Saturday, February 21, 2009

No. 216 - Hall Residence

Hall Residence

Hall Residence
917 Douglas Street – map
Declared: 6/6/79

Angelino Heights – originally spelled Angeleno Heights, with an ‘e’ – was first developed by two men: William W. Stilson and Everett E. Hall. Having bought the land from Victor Beaudry and his partners (Victor Heights was right next door), the duo filed for subdivision on March 19, 1886. Stilson would be the money man while promotion would be Hall’s territory. Stilson built his thirty-room mansion on the northwest corner of East Edgeware Road and Carroll Avenue. It’s still there, too, but a modernization from half a century ago has rendered the home unrecognizable. Hall and his wife, Nellie, initially moved into a place close by on Edgeware, but very soon after settled into this house on Douglas Street (then called Waters Street). Unlike the Stilson mansion, it remains much more authentic (if in need of a paint job) and is Los Angeles Historic-Cultural Monument No. 216.

Hall Residence

Hall, from Ionia, Michigan, was an attorney and president of the Los Angeles and Pacific Railway Company. When he moved to this future landmark his estate stretched from Kellam to Edgeware. Included on the property was Hall’s carriage house. Though still in the same spot, the carriage house now belongs to 1417 Kellam Avenue around the corner. It’s HCM No. 166.

Hall Residence
From L.A.’s Department of City Planning website.

The two-story house is Eastlake in design and features an Oriental fret pattern along with its L-shaped porch. And if posting the year of construction on the side of your home were a law in L.A., it’d make things a whole lot easier for bloggers who list the year of construction on the line after the address.

Hall Residence

Hall fell on hard times shortly after moving into the house. He began selling off chunks of his property, then the home itself. Subsequent residents of 917 Douglas included members of the Heim Brewing Company’s Heim family (another Heim, Ferdinand, owned HCM No. 77 nearby on Carroll Avenue), future Glendale bigshots Leslie C. Brand and Daniel Campbell, and Ida Millard, sister of Everett Hall and widow of Spencer Millard, Lt Governor of California (also from Ionia, Michigan). And a contemporary city directory tells us widows Amelia M. Knox and Helen Marmion were living there in 1915.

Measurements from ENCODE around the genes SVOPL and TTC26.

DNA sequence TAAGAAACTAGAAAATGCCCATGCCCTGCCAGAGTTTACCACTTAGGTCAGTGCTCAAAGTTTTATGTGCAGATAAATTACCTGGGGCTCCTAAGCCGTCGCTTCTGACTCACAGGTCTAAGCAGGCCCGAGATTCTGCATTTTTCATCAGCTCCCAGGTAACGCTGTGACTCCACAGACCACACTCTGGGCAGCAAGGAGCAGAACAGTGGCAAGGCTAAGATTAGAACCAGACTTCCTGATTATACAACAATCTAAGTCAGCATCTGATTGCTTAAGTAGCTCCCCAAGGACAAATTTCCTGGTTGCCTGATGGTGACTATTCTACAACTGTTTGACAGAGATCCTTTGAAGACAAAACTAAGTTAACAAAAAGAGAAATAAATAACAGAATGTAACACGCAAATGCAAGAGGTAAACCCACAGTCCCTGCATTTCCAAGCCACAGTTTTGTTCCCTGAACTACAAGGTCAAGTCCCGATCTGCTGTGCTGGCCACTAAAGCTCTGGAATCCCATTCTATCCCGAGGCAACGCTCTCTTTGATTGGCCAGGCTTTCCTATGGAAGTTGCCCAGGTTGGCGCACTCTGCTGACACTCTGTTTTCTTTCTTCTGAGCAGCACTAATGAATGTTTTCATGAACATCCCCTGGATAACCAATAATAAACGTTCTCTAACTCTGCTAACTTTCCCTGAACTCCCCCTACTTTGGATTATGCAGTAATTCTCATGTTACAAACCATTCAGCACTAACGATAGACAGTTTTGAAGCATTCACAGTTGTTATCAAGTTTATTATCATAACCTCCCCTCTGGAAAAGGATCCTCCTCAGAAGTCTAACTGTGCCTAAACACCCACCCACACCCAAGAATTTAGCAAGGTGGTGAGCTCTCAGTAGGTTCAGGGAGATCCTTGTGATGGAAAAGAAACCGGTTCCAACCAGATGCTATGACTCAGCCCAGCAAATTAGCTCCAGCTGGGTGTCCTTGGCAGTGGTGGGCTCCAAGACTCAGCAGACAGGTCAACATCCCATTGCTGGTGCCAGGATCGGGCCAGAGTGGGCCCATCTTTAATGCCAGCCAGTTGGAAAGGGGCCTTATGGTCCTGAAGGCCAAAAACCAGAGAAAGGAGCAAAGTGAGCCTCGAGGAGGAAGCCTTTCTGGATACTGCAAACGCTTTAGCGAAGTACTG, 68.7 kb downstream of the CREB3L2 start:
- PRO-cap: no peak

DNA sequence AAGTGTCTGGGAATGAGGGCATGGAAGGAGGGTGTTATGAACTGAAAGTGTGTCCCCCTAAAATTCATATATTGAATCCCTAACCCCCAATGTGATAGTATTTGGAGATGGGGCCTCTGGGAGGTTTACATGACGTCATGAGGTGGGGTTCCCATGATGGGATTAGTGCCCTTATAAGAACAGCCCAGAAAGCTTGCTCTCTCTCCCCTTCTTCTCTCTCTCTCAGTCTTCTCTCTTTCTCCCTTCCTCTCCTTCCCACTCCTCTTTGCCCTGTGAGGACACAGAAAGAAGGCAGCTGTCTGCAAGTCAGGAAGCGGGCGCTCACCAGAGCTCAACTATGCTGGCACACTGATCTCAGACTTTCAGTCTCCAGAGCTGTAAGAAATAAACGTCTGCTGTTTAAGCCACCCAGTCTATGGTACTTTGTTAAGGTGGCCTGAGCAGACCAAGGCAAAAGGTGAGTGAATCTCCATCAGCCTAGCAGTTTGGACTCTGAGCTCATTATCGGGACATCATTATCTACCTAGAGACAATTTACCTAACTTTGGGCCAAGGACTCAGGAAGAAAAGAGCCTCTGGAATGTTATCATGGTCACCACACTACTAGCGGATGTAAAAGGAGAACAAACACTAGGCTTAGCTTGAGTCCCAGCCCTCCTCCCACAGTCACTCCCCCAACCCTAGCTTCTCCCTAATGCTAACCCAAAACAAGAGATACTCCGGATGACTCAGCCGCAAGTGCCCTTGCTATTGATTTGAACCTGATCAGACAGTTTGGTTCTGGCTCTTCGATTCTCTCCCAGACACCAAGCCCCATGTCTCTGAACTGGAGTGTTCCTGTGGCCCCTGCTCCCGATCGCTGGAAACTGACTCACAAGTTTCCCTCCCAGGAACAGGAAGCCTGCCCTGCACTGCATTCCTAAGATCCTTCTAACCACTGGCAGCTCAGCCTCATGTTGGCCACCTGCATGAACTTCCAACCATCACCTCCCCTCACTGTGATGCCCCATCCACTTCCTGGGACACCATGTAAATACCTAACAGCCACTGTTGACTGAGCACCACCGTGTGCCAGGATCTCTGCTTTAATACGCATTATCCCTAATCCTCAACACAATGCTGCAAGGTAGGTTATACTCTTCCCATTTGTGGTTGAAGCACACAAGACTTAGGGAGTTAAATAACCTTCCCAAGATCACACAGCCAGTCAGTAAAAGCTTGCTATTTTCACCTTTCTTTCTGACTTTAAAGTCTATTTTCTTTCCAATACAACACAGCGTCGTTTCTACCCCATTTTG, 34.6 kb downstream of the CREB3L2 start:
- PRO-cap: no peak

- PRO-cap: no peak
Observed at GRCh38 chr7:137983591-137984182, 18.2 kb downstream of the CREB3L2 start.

Hall Residence

Some more information with which to stymie your enemies: besides through the city landmark, Everett Hall and his family live on through a few street names in and around Angelino Heights. Allison Avenue is named for Hall’s younger brother, and Marion Avenue for a daughter who died in infancy. And there’s nearby Everett Place, Everett Street, and Everett Park. (Wallace and Carroll took the names of Stilson sons.)

Hall Residence


“Spencer C. Millard Dead: A Farmer’s Son Who Became California’s Lieutenant Governor.” The New York Times; Oct. 26, 1895, p. 9

Los Angeles City Directory 1915 Los Angeles Directory Company, Los Angeles, CA

Morales, T.M. “Neighborhood ‘Dandy’ now Disguised ‘Victorian’” Parkside Journal Oct 3, 1979, p. 1

An Album of Significant Homes in Century-Old Angelino Heights 1987 The Carroll Avenue Restoration Foundation

Morales, Tom Angelino Heights Preservation Plan – Section 4.1 History of Angelino Heights; June 10, 2004 p .9

Up next: Wicks Residence


Anonymous said...

would it seem terribly subversive if I were to say I like Victorians (or in this case Eastlake) better when there in need of a paint job? For me they have that sense of old L.A. through the eyes of Leo Politi.
Fine Post Floyde

Anonymous said...

Any thoughts on Bees over at my post?

Nathan said...

Mssr. Bariscale, I couldn't resist lifting some of your images for a comment on this here post –

I'm pretty sure that's how the big fancy architectural historians do it: steal some stuff, make up some other stuff, and then try not to get brained by the falling sacks of money.

Floyd B. Bariscale said...
This comment has been removed by the author.
Anonymous said...

I've seen this place in person and it gives me the creeps. Anyone know if it is haunted?

David said...

I have lived in this house since 1980. It's like living at Disneyland. The house was haunted when I moved in, but it settled down long ago.
I am honored that hundreds and hundreds of people have said that it was their favorite house in the neighborhood. But, let's face it, all of the houses in Angeleno Heights are fabulous.

Floyd B. Bariscale said...

Thanks for checking in, David. If you've got any photos or stories you're up for sharing, I can be reached at bigorangela[at]gmail[dot]com.

Anonymous said...

I tend to agree with Pasadena Adjacent: I, too, like old Victorian houses a bit better when they're a little run down.

As they say: Location, location, atmosphere...

Bruce said...

917 Douglas St. was recently painted (May 2014) in its original colors and original paint scheme. (Due to a "request" by the insurance company.) I think that it still retains its "old" charm.